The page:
The Physiological Society’s policy work aims to identify and act upon issues that are of importance to our Members and to physiology as a discipline. We engage with a number of stakeholders, both within and outside of Government, and policy makers to promote physiology in science and education policy. We have developed a stakeholder map and index to help illustrate some of the groups that we work with, and to provide a portal for our members discover more on policy areas that might be of interest. If you are interested in any of the topics of our policy work, you can contact firstname.lastname@example.org for further information.
The recent vote to leave the European Union will have significant effects on the science sector, some of which are already being felt. The Society released a statement after the announcement of the result, which can be viewed here. The future policy work of The Society will aim to protect physiology research in the new regulatory regime, ensuring access to funding and the success of international collaboration.
Changes to Research Structure
The Government has announced that the recommendations of Sir Paul Nurse from his review of the Research Councils will be taken forward. These are to be enacted in the Higher Education and Research Bill, which is currently before Parliament. An overseeing body, UK Research and Innovation, is being created, which will control the Research Councils and Innovate UK. The Society has responded to consultations throughout the planning of these measures and will continue to work with government to ensure the changes bring about an effective, well-regulated research environment in the UK.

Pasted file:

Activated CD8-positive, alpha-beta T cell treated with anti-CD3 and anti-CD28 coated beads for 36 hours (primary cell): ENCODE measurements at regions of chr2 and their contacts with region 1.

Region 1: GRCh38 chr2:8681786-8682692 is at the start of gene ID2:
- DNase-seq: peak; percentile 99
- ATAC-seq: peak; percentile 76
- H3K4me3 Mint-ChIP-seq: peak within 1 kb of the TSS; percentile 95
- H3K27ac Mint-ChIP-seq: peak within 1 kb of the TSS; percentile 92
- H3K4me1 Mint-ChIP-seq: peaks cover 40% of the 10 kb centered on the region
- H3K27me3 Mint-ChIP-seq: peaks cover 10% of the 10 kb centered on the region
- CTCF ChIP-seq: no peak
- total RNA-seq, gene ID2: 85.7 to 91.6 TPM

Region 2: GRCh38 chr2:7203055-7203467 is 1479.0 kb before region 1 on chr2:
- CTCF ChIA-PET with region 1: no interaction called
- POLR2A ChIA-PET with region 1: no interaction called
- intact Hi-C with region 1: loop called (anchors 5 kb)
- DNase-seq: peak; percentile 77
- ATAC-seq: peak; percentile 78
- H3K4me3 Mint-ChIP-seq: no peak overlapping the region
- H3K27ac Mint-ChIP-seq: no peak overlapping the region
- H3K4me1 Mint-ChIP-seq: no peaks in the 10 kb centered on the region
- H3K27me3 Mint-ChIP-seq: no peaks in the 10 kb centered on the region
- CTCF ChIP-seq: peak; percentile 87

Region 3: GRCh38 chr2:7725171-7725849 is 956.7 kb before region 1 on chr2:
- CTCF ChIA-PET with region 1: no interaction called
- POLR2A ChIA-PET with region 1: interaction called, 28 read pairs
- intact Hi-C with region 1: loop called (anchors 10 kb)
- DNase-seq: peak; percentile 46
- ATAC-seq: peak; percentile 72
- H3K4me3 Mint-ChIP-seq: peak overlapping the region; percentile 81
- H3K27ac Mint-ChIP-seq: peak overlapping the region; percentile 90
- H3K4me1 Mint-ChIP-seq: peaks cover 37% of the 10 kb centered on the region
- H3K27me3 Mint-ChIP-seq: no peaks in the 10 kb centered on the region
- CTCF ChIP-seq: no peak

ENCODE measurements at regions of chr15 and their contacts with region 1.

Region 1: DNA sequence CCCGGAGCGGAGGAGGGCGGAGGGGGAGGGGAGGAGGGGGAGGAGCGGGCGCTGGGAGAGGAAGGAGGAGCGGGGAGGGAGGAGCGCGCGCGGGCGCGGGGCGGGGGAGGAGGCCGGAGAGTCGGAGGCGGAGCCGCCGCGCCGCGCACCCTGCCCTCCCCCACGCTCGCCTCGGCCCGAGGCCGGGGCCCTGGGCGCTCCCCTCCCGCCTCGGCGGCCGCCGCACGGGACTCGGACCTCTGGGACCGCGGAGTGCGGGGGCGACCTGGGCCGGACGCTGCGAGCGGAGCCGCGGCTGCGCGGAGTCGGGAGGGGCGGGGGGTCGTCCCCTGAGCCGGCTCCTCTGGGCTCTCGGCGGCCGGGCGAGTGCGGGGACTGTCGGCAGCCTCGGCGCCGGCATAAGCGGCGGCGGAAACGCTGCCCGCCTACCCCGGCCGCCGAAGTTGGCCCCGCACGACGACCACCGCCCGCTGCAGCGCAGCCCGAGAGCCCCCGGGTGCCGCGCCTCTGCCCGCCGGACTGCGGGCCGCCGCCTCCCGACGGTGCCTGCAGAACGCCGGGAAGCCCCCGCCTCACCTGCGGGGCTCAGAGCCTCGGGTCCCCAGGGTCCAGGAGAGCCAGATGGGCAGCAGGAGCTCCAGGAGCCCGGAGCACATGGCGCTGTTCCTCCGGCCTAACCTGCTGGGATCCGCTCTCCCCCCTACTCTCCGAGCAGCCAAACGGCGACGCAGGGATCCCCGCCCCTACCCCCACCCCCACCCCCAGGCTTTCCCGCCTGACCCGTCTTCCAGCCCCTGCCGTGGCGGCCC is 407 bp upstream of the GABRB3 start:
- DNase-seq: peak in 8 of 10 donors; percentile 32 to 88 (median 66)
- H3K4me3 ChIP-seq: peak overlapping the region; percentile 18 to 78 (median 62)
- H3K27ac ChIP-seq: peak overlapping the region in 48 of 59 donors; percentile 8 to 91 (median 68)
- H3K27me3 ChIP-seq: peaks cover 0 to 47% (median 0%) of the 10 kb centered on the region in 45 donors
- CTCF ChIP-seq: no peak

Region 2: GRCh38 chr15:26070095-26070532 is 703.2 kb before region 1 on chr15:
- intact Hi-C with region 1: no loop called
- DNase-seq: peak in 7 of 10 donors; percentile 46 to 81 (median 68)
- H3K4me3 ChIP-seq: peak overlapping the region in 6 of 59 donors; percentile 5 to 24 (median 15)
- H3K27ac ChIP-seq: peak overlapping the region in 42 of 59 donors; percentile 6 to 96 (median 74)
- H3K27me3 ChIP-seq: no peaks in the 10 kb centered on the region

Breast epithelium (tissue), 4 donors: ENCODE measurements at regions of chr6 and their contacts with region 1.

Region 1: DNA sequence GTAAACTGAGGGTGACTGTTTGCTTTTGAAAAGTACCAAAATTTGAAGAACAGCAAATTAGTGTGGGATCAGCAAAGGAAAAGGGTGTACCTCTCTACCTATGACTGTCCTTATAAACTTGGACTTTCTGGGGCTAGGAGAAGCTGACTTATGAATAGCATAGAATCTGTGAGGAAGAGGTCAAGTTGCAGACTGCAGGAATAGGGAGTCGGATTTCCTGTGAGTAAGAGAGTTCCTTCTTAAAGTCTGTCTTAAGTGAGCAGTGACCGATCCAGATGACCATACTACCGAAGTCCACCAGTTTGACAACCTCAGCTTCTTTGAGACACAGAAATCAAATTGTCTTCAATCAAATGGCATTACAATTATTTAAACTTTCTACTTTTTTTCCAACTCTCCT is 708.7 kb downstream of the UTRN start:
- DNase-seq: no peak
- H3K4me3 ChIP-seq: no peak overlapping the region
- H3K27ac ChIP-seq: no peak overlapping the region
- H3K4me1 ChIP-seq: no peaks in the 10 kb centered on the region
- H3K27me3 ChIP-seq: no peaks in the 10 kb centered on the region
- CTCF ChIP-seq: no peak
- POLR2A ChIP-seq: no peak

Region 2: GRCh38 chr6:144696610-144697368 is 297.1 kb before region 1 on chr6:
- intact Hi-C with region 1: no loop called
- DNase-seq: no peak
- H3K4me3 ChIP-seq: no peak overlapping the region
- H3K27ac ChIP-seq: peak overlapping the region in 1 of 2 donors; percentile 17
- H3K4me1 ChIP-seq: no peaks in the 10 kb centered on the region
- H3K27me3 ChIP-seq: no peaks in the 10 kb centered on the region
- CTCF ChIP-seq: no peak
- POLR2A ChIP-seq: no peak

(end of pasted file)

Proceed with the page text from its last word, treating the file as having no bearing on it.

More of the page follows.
UK knowledge landscape
The Prime Minister’s Council for Science and Technology (www.gov.uk/cst) has launched a project to better understand the UK Science Landscape. The aim of this project is to build a picture of the whole research landscape in the UK and to develop an evidence base to help inform future strategic decision-making.
The online “landscape” tool seeks to find out more about how disciplines interact with each other; understand collaborations between researchers both nationally and internationally; how research is funded; and the identification of key infrastructure. We would strongly encourage all those active in physiological research to take part in this project. To do so please access the online landscape tool here.